By Julie Manganis
---- — SALEM — The 54-year-old Gloucester man charged in connection with a kidnapping and extortion case tied to the notorious Hells Angels motorcycle gang has pleaded guilty to his charge and sentenced to two years’ probation.
Nikolas Avelis, 54, one of six defendants in the case, pleaded guilty Monday to a single count of assault and battery with a dangerous weapon as part of a plea agreement with prosecutors.
The plea came as jury selection began in Salem Superior Court in the trial of four other men — three reputed Hells Angels and another said to be part of an affiliated gang — on charges that include extortion, kidnapping and mayhem.
The men are charged with forcing a former member, a Revere man, to turn over the title to his motorcycle, which they took last October after kicking him out of the Red Devils motorcycle gang, an affiliated group, and smashing the man’s hand with a hammer.
On trial are Marc Eliason, 35, of Danvers; Sean Barr, 48, of Lynn; and Robert Defronzo, 45, of Saugus, all said to be members of the Hells Angels Salem chapter (based in Lynn); and Brian Weymouth, 41, of Danvers, who is alleged to be a member of the Red Devils, based in Newbury. Besides kidnapping and extortion, they are charged with mayhem, assault and battery, and larceny.
A fifth defendant, George Brown, 49, of Salem, another reputed Hells Angel, has also reached an agreement with prosecutors under which he will testify against his alleged former associates. Brown has also been testifying before a federal grand jury, prosecutors disclosed last week.
All of the men were charged earlier this year, months after the October 2012 incident at the clubhouse. The alleged victim’s fiancee contacted the FBI after learning of threats against her, the alleged victim and their son.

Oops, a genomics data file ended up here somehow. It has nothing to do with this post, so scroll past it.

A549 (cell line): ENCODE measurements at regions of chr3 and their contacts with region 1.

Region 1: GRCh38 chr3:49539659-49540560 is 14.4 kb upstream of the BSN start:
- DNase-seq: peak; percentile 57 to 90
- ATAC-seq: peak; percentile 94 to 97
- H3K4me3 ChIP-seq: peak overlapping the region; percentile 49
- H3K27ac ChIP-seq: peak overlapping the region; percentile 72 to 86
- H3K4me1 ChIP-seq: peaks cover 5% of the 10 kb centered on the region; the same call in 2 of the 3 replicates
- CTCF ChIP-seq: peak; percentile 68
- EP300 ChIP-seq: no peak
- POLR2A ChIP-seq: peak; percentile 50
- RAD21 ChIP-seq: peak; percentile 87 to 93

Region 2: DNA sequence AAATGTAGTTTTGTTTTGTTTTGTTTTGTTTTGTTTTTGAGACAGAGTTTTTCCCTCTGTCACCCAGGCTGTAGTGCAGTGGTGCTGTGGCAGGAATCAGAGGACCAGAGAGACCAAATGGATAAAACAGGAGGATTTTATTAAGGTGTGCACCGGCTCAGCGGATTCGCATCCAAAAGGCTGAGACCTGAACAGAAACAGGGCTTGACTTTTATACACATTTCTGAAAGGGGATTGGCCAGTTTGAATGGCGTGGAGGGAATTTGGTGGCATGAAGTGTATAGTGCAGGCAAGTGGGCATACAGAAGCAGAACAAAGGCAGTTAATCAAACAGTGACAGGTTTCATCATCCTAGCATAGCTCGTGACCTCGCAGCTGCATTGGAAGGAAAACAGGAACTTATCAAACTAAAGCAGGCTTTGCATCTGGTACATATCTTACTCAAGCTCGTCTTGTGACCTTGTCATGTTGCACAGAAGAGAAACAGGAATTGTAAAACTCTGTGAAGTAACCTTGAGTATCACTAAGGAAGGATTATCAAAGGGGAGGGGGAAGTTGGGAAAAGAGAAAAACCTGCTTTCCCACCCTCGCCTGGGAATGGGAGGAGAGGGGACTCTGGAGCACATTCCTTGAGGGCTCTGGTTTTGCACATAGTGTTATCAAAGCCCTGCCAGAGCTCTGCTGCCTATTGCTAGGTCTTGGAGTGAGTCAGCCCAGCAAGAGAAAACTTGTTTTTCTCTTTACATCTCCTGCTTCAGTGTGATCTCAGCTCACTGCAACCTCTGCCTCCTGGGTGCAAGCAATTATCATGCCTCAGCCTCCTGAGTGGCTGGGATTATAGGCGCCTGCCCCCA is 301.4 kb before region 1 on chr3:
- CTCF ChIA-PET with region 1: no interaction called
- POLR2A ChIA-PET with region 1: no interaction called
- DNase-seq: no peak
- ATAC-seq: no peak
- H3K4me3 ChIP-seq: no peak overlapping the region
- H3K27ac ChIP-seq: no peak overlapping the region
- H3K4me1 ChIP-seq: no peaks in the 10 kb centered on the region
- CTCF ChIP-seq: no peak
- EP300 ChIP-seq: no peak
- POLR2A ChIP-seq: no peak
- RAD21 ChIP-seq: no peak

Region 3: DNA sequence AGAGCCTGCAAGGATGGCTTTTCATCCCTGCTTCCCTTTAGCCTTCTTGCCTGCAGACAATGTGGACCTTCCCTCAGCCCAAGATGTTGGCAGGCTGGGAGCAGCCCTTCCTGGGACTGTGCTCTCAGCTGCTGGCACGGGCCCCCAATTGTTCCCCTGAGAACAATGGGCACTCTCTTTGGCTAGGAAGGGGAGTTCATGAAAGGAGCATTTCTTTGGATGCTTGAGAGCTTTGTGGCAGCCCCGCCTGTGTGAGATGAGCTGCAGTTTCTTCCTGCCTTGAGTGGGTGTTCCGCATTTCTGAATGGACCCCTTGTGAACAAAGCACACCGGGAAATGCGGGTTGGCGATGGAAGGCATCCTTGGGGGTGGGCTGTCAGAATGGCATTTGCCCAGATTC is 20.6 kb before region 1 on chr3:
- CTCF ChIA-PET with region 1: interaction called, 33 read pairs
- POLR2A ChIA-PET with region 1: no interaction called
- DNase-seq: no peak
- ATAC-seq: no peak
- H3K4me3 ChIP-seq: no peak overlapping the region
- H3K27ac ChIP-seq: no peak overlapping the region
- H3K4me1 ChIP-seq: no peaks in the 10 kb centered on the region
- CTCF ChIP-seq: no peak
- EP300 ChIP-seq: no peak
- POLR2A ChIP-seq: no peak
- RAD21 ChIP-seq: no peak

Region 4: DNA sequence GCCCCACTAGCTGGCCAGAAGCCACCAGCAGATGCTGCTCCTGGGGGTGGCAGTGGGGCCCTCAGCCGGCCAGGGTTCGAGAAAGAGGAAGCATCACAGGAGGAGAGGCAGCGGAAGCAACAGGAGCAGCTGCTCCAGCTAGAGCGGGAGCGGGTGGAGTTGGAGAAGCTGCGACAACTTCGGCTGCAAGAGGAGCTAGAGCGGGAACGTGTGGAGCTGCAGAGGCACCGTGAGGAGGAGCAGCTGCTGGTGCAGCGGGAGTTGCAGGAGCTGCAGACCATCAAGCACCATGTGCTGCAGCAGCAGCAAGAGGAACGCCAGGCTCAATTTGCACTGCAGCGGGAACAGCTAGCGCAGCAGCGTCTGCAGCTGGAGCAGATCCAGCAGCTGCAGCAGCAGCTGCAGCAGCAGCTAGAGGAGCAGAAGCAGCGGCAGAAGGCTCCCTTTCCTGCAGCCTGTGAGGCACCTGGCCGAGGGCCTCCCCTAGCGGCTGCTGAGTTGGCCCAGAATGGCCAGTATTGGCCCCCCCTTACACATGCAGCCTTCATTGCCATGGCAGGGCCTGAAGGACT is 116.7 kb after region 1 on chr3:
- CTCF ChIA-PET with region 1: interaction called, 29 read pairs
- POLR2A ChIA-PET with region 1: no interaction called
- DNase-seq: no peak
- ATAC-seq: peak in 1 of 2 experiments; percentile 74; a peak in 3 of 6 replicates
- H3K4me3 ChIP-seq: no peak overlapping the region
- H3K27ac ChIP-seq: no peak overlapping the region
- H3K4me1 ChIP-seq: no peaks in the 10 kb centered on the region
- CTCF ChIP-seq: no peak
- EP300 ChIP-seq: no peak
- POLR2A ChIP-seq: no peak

Prosecutors said Gloucester resident Avelis is not cooperating in the case, nor will he testify in the trial. The offer made to him, he said, was based on Avelis’ minimal role in the incidents.
During the hearing, Avelis stressed to the judge that he never laid a hand on the victim. He was charged under a legal theory known as “joint venture.”
Some 11th-hour legal issues — including whether the jury will be shown the state’s key piece of evidence, a video of one defendant taking the title to the motorcycle from the alleged victim — led to a lengthy hearing at the start of the trial.
During that hearing, an FBI agent testified that the agency has reports and federal grand jury testimony by the alleged victim, as well as by a co-defendant who has made a deal with prosecutors. That prompted defense lawyers to demand that prosecutors turn over all of those materials.
Prosecutor A.J. Camelio said he was willing to do so — if he had them. He told Judge David Lowy that the U.S. Attorney’s office has so far refused to give him those grand jury transcripts and the FBI reports. So, the judge issued an order for those reports. The response of federal prosecutors could determine whether the case actually goes to trial as scheduled.
During Monday’s hearing, FBI Special Agent Jeff Wood testified that he initially believed he had a federal case against the men, but after federal prosecutors reviewed the evidence he’d gathered, including the secret video, they decided not to pursue the case. Wood then handed some of the evidence over to the state police.
At issue in Monday’s hearing was whether prosecutors can use the video during the trial. Massachusetts has a requirement that both parties consent to being recorded unless a judge issues a warrant, but the federal law is different. If the judge determines the investigation was conducted by federal agents, the video may be used in a state prosecution if it concerns organized crime.
Security was heavy during yesterday’s proceedings, something that is expected to continue throughout the scheduled two-week trial. Additional court officers have been assigned to the courtroom where the trial will take place, and Salem police maintained a presence both inside and outside the courthouse throughout the day.
Julie Manganis can be reached at 978-338-2521, via email at firstname.lastname@example.org or on Twitter @SNJulieManganis.